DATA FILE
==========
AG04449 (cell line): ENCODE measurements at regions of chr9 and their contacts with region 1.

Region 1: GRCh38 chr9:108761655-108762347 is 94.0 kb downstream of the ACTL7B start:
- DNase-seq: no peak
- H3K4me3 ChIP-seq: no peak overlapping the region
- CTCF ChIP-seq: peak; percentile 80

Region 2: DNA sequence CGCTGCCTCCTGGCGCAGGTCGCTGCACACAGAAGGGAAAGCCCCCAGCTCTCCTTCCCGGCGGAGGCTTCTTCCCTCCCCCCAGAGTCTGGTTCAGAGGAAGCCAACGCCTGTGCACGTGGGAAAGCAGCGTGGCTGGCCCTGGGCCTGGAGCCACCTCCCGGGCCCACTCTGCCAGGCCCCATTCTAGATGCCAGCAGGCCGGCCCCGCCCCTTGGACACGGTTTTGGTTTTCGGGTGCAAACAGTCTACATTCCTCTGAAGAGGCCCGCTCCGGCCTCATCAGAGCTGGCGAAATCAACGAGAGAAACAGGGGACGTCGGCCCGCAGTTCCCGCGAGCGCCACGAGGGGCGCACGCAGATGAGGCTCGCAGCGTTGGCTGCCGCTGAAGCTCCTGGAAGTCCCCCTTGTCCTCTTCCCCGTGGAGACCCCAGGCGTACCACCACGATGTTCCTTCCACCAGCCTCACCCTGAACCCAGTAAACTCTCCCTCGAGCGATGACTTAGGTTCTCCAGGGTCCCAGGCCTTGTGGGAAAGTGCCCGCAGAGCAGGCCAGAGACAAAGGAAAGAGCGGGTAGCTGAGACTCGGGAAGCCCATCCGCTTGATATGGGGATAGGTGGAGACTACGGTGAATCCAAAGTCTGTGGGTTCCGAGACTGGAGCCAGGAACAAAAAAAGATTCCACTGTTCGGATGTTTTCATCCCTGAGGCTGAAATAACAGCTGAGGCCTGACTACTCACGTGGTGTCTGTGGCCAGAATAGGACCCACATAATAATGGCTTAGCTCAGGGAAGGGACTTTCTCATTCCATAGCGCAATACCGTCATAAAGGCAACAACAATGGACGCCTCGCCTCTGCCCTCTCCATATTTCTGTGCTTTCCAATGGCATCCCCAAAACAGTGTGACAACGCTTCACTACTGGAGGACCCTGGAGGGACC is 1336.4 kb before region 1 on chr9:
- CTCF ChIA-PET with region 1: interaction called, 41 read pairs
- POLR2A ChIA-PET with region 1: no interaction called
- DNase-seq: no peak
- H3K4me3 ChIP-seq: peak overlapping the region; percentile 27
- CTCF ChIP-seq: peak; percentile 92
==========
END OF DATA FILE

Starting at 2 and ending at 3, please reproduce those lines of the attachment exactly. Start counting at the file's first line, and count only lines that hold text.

Region 1: GRCh38 chr9:108761655-108762347 is 94.0 kb downstream of the ACTL7B start:
- DNase-seq: no peak